For years, Hollywood has celebrated a certain type of empowered women - a strong nosed, uber self-confident, in-your-face fighter who is going to take on the establishment using whatever means necessary to get what she wants. The archetype of this character is Erin Brockovich who famously said "They're called boobs, Ed", and screamed her way from a legal secretary to the chief factor in toppling a billion dollar company that was poisoning its customers.

But in the tradition of Melanie Grifiith's Working Girl, Amy Adams has popularized a new type of woman: one who uses her feminine grace, and a strong will, to get what she wants. This is a welcome shift, as Adams' characters offer a level of complexity that is simply missing in characters like Brockovich.


"Junebug" is the story of one family in a small town in North Carolina. After three years of marriage, Madeline (Embeth Daviditz) marries George (Alessandro Nivola) and they go down to George's hometown to meet his family. Madeline, an outsider, has trouble integrating herself with George's skeptic mother, his almost mute father and his moody little brother - only Ashley (Amy Adams) is convivial.

Ashley has been impregnated by George's younger brother, Johnny (Benjamin McKenzie), who is obviously frustrated by his predicament. Moreover, Johnny's terse disposition runs in stark contrast to Ashley's abundance of energy and enthusiasm. This immediately creates sympathy for Ashley; she is pregnant, seemingly ditzy and openly innocent. She has to endure the heartbreaking disappointment of loving a man that no longer loves her, coupled with the task of bearing his child, all the while yearning for something else, represented by her immediate affection for the world-traveled George. She never complains or exhibits her mounting frustration, rather she does her best to keep her head up and shoulder the burden that has been bestowed upon her. Despite the initial impression, she is an immensely strong character.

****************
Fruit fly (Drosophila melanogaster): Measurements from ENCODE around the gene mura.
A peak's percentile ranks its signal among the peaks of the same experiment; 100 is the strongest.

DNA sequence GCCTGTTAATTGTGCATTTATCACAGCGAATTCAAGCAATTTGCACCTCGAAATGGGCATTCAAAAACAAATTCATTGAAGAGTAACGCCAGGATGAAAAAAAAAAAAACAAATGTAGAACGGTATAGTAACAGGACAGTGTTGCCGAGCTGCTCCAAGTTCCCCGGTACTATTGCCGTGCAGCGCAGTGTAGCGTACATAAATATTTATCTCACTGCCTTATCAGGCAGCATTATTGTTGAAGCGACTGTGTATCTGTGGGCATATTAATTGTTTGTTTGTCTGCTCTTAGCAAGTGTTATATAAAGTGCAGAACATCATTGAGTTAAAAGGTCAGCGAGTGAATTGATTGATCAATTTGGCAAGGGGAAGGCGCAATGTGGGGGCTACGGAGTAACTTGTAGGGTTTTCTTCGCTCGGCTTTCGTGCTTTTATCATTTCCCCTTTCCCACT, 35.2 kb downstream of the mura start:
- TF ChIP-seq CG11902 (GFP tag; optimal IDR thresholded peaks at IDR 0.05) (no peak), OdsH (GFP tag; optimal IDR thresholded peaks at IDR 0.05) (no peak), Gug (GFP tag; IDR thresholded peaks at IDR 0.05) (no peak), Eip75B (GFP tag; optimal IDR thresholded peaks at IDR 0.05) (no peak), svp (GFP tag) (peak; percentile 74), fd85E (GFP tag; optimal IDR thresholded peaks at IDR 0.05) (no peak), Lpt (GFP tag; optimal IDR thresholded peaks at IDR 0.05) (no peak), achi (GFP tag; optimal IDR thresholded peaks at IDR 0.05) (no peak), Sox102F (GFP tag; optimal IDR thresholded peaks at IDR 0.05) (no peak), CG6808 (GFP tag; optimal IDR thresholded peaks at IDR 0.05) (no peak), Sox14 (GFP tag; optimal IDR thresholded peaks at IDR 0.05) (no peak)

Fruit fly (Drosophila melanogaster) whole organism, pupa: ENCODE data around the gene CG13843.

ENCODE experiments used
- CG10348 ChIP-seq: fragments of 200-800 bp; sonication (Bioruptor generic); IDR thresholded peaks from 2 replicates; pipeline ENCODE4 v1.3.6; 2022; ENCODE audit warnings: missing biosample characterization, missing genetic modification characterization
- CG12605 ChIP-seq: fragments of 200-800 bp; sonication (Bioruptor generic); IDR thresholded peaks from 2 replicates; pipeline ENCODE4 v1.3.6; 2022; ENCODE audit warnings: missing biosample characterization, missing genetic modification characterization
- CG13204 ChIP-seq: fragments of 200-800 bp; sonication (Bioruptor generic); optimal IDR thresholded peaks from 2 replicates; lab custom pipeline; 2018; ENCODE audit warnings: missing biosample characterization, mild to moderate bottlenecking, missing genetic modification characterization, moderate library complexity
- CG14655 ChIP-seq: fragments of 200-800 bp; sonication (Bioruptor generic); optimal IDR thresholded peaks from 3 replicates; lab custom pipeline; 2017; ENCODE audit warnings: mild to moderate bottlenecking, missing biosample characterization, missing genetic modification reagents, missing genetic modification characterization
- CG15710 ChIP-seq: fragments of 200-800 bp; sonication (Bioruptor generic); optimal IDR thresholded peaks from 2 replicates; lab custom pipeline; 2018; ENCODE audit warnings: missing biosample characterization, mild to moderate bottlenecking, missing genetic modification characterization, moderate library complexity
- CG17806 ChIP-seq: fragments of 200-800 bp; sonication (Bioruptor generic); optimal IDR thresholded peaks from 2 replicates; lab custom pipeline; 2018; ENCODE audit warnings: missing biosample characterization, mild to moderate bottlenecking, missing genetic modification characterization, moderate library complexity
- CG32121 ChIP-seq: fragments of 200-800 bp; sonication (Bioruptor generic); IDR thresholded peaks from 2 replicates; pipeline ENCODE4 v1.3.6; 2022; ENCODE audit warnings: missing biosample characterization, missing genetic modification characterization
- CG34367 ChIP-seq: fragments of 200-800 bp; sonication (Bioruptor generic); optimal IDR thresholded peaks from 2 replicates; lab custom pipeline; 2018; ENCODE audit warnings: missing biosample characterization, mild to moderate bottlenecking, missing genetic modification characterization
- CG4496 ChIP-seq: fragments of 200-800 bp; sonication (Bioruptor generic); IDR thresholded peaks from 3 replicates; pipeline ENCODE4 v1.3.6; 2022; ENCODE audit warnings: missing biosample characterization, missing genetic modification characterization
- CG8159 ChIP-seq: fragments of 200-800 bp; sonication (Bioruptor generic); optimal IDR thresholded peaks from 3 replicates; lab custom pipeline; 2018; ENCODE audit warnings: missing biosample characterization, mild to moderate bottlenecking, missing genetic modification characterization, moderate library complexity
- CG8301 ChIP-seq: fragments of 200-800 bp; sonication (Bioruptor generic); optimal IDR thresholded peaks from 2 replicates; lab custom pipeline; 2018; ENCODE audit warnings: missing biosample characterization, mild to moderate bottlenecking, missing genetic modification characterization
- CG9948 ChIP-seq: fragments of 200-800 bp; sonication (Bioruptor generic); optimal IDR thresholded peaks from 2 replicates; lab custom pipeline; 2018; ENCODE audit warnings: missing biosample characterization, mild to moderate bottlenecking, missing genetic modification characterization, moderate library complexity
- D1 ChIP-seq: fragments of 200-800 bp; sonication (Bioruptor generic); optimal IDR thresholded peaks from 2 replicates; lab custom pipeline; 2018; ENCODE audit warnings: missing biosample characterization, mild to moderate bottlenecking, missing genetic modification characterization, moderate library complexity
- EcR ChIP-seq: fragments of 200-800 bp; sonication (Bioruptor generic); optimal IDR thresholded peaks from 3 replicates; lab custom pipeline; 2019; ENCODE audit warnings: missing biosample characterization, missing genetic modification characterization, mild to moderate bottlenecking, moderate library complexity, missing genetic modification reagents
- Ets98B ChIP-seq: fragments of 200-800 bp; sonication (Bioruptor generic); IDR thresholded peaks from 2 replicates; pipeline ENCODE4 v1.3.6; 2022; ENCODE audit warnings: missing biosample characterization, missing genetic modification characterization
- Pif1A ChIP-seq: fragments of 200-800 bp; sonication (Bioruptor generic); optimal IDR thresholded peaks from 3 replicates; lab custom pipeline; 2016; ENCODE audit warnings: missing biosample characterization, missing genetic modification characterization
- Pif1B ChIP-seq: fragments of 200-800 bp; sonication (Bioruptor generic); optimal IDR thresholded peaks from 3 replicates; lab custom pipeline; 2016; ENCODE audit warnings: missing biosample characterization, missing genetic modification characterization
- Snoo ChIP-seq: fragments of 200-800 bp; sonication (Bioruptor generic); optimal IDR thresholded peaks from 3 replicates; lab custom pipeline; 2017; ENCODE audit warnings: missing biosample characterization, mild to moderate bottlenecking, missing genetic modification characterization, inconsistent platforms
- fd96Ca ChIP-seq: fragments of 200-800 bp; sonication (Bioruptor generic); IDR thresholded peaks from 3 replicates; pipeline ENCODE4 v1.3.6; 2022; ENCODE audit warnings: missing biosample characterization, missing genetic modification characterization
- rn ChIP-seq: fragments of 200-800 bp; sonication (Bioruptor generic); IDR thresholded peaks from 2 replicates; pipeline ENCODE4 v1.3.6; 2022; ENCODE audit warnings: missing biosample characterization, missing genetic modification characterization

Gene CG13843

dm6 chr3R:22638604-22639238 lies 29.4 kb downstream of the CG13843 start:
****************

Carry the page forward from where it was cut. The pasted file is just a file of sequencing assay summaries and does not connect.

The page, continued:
"Enchanted" is a different kind of movie than "Junebug." "Enchanted" tells the story of Giselle (Adams), an animated princess who is looking for true love. Initially she thinks that role will be filled by Prince Edward (James Marsden), but when the evil Queen Narissa (Susan Sarandon) finds out about their love, and the subsequent effect it will have on her power, she sets out to expel Giselle from the animated kingdom to the harsh real world. Once there she meets Robert Philip (Patrick Dempsey), a divorce lawyer who is engaged to a practical fiancé. Eventually, they meet fall in love and all is well on both earth and the magical realm.

"Enchanted" is a fantastical film that follows a well known boy meets girl, boy falls for girl, boy gets girl trajectory. However, this does not mean that it lacks substance, especially with the characterization of Giselle. Giselle comes to the real world, in the form of New York, with cherubic innocence; she knows not of misdeeds and improper dealings. It is this innocence that allows the divorcing couple to see past their petty differences and find the love that they once shared for each other. It is the kind of innocence that shows all the ridiculousness of their problems. Moreover, she does it with irresistible cuteness that only the heartless are unmoved.

Miss Pettigrew Lives For a Day

Adams' character in "Miss Pettigrew" is really a combination of her roles in "Junebug" and "Enchanted." She plays Delysia Lafosse, a beautiful singer at a swanky London club in the late 1930s who balances the affection of three men so that she can achieve her dream of stardom. Miss Pettigrew, played by Frances McDormand, is an out-of-work nanny whose common decency is the guiding light for Delysia.

When we first meet Delysia, she is trying to get a man out of the bed that belongs to her boyfriend, the owner of the club where she sings. Through all the adventure and intrigue, the film slowly peels away the Delysia's layers: she is really a poor girl from Pittsburgh who only owns the cloths on her back and is one false move of being tossed into the streets by her fickle meal ticket. She at once has to be charming, alluring and nimble as she tries to woo one man so that he'll put her in a West End Musical, while not letting her club owner boyfriend in on the affair. All of this is going on while Michael (Lee Pace), her pianist and true love, only wants her and nothing else. Delysia faces the competing desires of financial security and stardom with the potential for true happiness with someone that loves her: not an easy task. Adams' handles this character with the vulnerability and silent grace that has come to characterize her career.

Adams has also excelled as Ricky Bobby's muse in the hilarious Talladega Nights and Tom Hanks' secretary in Charlie Wilson's War, and we eagerly await the next role that Adams will delight us with.

-Amy Adams photo gallery

Story by Taylor Tepper
Starpulse contributing writer